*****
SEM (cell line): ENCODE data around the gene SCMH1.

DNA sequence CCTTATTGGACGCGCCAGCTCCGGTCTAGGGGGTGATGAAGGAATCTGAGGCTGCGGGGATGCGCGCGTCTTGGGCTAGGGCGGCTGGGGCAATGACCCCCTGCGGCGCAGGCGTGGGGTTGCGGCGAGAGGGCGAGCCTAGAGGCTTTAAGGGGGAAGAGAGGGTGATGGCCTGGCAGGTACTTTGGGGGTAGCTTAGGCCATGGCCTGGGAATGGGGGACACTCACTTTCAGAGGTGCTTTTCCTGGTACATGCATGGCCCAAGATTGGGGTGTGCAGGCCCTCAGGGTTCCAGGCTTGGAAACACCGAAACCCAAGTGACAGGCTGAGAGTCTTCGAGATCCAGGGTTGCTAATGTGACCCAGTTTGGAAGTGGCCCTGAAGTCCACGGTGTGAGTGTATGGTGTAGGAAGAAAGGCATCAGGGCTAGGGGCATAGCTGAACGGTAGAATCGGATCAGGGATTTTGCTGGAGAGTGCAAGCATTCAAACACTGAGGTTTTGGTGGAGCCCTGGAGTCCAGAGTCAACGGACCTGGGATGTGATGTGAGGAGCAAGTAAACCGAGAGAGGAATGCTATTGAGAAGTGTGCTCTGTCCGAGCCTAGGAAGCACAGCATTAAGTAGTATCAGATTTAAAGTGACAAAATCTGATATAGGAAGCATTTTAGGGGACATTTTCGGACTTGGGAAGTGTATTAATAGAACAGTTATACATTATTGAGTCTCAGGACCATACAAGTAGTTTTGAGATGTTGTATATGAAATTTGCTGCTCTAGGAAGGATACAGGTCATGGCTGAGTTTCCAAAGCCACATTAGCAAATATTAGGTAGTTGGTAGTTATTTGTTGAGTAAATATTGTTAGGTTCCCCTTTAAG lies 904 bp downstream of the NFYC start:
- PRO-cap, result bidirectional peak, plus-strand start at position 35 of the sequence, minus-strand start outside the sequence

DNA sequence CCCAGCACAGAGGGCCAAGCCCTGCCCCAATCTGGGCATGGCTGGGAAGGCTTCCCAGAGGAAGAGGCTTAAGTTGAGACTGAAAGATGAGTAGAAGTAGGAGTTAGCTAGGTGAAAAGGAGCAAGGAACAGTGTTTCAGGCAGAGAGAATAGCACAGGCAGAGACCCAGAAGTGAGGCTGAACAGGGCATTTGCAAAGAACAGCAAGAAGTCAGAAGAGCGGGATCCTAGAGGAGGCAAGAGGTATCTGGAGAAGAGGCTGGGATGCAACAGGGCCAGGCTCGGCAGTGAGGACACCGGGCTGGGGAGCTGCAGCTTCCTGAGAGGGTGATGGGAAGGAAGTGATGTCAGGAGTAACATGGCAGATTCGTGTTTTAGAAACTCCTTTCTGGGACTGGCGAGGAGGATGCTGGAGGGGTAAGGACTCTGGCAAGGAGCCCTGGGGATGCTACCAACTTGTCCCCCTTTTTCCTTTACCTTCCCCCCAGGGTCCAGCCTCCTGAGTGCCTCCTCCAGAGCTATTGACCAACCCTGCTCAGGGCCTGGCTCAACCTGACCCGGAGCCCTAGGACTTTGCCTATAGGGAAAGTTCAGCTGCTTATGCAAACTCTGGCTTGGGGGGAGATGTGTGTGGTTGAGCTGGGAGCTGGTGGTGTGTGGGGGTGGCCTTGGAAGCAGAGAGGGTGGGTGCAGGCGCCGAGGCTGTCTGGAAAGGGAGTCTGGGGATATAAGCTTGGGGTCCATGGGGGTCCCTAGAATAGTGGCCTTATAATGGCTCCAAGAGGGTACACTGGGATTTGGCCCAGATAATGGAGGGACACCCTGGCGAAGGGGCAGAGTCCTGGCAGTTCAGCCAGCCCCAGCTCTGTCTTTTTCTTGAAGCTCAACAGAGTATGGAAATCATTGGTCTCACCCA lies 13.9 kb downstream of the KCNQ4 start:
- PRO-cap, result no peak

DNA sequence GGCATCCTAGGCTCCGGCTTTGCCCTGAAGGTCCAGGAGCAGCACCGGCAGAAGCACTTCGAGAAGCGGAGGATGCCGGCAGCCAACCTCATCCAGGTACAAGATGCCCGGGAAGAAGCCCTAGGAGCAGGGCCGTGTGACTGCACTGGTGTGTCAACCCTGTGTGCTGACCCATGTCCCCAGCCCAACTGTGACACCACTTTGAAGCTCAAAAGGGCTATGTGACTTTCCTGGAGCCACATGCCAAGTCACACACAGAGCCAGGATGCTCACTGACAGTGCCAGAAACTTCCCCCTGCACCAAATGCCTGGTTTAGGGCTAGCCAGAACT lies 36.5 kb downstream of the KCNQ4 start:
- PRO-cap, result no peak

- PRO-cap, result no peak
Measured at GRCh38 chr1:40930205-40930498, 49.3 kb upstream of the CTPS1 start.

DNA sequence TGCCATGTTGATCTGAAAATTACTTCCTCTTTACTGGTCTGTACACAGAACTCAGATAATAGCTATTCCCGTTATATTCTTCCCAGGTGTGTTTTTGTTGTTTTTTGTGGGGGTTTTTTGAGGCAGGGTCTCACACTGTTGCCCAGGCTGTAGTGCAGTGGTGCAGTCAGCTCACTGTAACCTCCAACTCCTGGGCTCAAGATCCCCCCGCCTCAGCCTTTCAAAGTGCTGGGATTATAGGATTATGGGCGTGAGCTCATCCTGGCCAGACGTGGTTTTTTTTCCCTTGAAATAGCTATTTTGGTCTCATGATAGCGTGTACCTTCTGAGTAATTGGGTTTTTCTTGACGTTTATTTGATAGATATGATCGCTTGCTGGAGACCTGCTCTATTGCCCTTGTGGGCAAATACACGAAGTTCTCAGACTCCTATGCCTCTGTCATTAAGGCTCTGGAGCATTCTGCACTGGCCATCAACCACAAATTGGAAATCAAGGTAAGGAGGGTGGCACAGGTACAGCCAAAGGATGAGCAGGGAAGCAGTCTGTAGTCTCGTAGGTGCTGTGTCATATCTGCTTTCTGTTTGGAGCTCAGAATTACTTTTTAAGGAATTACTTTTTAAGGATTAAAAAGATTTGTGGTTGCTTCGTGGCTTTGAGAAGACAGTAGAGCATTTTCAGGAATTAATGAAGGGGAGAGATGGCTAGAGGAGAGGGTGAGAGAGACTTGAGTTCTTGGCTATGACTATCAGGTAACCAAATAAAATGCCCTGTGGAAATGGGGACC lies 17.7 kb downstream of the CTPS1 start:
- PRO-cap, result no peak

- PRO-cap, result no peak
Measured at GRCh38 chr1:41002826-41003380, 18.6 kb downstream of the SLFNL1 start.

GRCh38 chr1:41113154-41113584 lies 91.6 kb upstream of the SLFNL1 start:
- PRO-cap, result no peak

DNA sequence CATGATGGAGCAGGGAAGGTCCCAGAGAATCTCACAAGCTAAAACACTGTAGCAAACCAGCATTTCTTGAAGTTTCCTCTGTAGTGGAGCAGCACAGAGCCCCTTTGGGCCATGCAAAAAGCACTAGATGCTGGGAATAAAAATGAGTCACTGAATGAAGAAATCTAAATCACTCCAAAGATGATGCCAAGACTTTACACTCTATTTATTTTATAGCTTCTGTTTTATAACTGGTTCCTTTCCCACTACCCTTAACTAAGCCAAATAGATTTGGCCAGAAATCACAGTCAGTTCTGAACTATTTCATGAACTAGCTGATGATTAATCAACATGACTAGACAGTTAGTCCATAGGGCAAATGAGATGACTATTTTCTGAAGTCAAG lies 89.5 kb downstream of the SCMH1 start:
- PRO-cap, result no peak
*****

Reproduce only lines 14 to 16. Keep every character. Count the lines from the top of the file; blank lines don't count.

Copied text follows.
GRCh38 chr1:41113154-41113584 lies 91.6 kb upstream of the SLFNL1 start:
- PRO-cap, result no peak

DNA sequence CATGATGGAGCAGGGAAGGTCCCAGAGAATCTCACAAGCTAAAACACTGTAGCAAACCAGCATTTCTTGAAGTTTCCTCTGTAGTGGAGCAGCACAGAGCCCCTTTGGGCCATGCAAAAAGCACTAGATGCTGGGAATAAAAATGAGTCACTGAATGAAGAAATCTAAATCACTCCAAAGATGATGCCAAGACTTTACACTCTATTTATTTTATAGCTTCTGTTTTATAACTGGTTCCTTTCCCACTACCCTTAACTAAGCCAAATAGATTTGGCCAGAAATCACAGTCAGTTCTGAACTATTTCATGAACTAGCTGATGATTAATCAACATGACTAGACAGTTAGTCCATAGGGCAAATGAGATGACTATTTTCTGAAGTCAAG lies 89.5 kb downstream of the SCMH1 start: